Sometimes this critic takes a break from the usual mix of classic, cult, and foreign titles to review something for no other reason than I think my six-year-old daughter might enjoy it. Such is the case with Curious George: A Halloween Boo Fest (2013), an hour-long direct-to-video special. An offshoot of the 2006-present PBS series adapted from Margret and H.A. Rey's classic children's books, the Halloween special is pretty good for what it is. As an adult, I found it reasonably entertaining and even good for a couple of honestly earned laughs. More importantly, my daughter was all smiles, laughing long and hard through much of it, and she immediately wanted to watch it all over again as soon as it had ended. And any show whose climax emulates the boulder-dodging avalanche from Buster Keaton's Seven Chances (1925) can't be all bad.
The DVD has no extras but is presented in a pleasant 16:9 enhanced widescreen transfer that looks and sounds good.
The Man with the Yellow Hat (voiced by Jeff Bennett) and his ward, the forever-curious monkey named George (Frank Welker), spending time in the country, are looking forward to their first annual Halloween Boo Festival. A local legend intrigues George: Every Halloween night No-Noggin, a ghost in the form of a headless scarecrow, supposedly takes to playfully stealing away the hats of those walking down a lonely road near George's house.
Meanwhile, George busies himself with Halloween season activities: jumping in piles of raked autumn leaves, selecting and carving pumpkins, and most urgently choosing and preparing a costume original enough to win the Grand Prize at the Boo Fest's costume contest: a leaf-sucking mower the Man covets and which George figures will enable even more leaf-jumping.
The teleplay carefully generates suspense while avoiding being too scary for small children. A very funny scene, like something out of The Laurel-Hardy Murder Case (1930) has the Man with the Yellow Hat terrified in the middle of the night by George's No-Noggin costume, sending him stumbling backwards down a flight of stairs. Later, George triggers an avalanche of pumpkins, including a 2,001-lb. whopper vying for another Boo Festival prize. The sight of George-as-No-Noggin leading the out of control melee into town had my daughter giddy with delight.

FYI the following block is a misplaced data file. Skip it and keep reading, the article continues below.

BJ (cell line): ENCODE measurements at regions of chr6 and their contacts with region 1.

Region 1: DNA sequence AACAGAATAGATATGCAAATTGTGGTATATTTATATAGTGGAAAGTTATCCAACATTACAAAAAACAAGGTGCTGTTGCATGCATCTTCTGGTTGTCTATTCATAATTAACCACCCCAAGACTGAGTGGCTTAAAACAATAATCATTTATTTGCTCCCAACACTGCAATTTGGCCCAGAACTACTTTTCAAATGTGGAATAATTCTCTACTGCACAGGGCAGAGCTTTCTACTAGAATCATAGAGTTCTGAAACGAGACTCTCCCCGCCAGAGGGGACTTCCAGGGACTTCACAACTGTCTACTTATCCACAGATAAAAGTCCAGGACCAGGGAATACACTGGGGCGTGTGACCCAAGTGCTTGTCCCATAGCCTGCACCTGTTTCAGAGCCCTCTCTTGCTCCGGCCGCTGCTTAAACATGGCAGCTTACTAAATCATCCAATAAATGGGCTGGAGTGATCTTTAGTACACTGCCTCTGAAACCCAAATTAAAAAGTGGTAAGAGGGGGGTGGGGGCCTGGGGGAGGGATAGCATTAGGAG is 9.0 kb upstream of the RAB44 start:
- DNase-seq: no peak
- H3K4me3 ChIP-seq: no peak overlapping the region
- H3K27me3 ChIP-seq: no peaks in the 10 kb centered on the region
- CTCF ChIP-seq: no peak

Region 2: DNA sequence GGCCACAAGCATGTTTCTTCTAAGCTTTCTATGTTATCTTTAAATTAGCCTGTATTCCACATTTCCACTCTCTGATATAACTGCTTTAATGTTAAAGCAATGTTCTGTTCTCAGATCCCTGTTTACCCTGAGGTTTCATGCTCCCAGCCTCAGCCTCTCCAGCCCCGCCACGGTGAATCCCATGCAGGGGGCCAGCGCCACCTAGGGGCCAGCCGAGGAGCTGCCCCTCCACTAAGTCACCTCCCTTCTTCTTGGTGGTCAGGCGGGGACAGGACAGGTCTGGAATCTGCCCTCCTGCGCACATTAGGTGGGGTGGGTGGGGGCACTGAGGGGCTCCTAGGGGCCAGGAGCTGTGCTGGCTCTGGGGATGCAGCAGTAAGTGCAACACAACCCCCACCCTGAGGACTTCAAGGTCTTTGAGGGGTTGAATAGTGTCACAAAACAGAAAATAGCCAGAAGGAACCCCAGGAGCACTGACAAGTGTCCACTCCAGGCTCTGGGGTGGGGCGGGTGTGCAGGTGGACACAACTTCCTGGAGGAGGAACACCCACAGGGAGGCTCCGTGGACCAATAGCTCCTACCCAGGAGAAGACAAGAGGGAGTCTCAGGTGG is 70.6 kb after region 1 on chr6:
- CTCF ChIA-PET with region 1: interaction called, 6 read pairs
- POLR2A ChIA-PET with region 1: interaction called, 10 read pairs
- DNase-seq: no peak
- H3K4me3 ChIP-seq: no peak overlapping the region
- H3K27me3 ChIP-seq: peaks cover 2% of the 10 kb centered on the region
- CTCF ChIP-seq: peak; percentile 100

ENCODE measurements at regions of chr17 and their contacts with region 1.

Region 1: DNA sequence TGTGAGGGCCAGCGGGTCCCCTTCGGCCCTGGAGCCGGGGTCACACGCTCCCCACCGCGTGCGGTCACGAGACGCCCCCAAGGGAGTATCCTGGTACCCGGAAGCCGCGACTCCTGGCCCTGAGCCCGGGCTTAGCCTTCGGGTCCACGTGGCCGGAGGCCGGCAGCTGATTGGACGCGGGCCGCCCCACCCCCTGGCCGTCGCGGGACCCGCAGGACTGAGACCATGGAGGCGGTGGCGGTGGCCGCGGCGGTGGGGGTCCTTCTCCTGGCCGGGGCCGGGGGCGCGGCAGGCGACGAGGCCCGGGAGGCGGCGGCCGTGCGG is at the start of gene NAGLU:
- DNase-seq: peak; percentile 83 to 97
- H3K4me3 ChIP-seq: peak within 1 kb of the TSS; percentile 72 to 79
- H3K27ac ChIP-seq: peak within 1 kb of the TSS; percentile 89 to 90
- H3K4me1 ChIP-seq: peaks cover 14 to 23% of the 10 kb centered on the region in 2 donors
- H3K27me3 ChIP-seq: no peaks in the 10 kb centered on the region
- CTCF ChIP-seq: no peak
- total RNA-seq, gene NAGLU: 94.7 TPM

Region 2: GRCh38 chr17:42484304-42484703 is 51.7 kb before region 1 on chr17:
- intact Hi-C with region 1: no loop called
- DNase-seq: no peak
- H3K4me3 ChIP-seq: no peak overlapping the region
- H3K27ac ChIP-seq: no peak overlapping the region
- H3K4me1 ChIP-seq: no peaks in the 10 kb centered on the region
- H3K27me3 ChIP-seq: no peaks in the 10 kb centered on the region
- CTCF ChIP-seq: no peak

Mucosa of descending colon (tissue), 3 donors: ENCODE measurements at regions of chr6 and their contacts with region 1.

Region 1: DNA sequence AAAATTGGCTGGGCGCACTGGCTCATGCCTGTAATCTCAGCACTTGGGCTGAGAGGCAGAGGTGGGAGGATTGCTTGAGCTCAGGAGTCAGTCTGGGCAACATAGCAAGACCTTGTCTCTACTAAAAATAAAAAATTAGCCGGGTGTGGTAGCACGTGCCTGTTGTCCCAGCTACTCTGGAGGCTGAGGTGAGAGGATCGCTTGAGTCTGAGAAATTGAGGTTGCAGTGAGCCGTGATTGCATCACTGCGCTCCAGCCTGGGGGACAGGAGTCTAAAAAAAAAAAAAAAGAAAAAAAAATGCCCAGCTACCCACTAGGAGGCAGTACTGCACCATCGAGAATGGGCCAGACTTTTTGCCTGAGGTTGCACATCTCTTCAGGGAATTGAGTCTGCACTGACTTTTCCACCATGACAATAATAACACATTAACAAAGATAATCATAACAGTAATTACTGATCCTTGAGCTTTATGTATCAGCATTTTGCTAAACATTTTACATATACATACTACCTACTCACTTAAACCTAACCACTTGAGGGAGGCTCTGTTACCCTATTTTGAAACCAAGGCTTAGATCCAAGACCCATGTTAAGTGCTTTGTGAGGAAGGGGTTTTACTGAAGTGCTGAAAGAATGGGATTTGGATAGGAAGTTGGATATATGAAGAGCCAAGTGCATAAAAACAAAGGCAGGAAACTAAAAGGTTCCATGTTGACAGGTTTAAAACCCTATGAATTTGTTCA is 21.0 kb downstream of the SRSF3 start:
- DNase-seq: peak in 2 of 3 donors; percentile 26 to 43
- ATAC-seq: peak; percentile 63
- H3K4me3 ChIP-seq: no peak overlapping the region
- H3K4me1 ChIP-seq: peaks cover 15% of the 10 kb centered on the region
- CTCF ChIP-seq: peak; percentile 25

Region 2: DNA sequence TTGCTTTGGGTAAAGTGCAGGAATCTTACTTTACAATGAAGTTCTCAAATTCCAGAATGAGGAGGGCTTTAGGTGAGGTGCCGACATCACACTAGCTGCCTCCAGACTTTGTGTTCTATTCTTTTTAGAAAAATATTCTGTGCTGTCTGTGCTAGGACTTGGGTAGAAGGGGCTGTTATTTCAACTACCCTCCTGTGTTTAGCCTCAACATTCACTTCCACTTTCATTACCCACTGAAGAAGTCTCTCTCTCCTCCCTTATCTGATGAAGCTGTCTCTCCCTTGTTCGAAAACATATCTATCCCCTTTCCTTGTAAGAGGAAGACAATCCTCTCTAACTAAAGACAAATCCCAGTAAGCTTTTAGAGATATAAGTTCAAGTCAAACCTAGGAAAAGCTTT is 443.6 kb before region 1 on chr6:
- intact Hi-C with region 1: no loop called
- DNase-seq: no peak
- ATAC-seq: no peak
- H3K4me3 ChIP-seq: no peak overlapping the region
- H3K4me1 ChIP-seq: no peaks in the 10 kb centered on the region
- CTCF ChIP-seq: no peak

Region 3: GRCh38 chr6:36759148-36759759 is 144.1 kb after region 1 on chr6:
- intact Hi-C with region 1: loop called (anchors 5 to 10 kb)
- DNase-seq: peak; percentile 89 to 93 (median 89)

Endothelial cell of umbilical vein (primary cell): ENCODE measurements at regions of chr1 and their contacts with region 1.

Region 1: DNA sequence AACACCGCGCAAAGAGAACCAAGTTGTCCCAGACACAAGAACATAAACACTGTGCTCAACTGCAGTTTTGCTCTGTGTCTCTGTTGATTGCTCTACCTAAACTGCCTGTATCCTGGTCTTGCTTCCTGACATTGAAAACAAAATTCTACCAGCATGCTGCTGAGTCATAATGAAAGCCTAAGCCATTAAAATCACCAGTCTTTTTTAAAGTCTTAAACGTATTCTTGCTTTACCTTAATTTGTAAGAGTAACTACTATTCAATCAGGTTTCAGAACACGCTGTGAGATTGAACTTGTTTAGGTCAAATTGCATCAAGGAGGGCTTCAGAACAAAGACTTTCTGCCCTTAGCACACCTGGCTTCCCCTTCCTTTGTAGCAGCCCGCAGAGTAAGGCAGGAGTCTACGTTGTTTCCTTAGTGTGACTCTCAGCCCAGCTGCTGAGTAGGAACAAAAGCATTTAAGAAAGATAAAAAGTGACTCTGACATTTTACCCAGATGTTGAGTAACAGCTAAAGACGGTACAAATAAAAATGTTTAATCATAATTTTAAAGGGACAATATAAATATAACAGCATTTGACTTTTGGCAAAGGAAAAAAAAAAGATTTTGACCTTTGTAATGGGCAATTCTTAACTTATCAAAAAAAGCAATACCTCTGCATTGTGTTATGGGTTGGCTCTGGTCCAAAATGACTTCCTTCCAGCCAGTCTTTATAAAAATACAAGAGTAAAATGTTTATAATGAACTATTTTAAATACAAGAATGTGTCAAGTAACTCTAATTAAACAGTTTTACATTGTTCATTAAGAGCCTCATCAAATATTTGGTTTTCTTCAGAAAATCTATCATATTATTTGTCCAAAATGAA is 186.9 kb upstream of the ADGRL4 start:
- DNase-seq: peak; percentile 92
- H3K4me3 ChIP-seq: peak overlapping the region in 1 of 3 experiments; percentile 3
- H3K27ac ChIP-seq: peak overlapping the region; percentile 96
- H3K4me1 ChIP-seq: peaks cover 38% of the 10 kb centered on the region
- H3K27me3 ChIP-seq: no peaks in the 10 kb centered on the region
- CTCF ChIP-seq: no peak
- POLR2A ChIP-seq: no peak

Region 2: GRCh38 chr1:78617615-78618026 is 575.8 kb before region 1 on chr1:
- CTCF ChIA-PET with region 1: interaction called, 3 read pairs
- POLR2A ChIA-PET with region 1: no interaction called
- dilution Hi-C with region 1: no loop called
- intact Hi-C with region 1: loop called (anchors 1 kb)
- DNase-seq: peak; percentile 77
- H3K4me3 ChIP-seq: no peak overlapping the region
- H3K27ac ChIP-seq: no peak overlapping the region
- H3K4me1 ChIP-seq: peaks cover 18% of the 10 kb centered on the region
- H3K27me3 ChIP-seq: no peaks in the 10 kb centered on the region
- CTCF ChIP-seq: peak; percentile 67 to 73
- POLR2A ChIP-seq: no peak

This special, as with the PBS TV series, and like Disney's adaptation of A.A. Milne's Winnie the Pooh stories, strikes a happy medium between the Rey's original children's books and the need for a somewhat broader range of characters and situations, with narration (spoken by Rino Romano) helping to tie these cartoons to their literary source. In a pleasing, direct nod to the Reys, whenever George dreams or imagines something, his thoughts are visualized in the precise style of Rey's original drawings.
The cel animation is good, TV cartoon animation having come a long way since the dominance of Hanna-Barbera and a few others during the 1960s and ‘70s. Everything is bright and colorful and attractively drawn, helped here and there by bits of what look like CGI assists, though apparently not much.
The show runs 57 minutes and doesn't wear out its welcome before it's over, and three agreeable, original songs support it.
Video & Audio
Curious George: A Halloween Boo Fest is presented in 1.78:1 enhanced widescreen and up to contemporary television-on-DVD standards. The picture is bright and sharp, with a lively 5.1 Dolby Digital stereo track (English only) with optional English subtitles. The disc is Region 1 encoded and has no Extra Features.
Perhaps not an annual tradition but definitely well ahead of most of the holiday television special pack, Curious George: A Halloween Boo Fest is, for families, Highly Recommended.
Stuart Galbraith IV is a Kyoto-based film historian whose work includes film history books, DVD and Blu-ray audio commentaries and special features. Visit Stuart's Cine Blogarama here.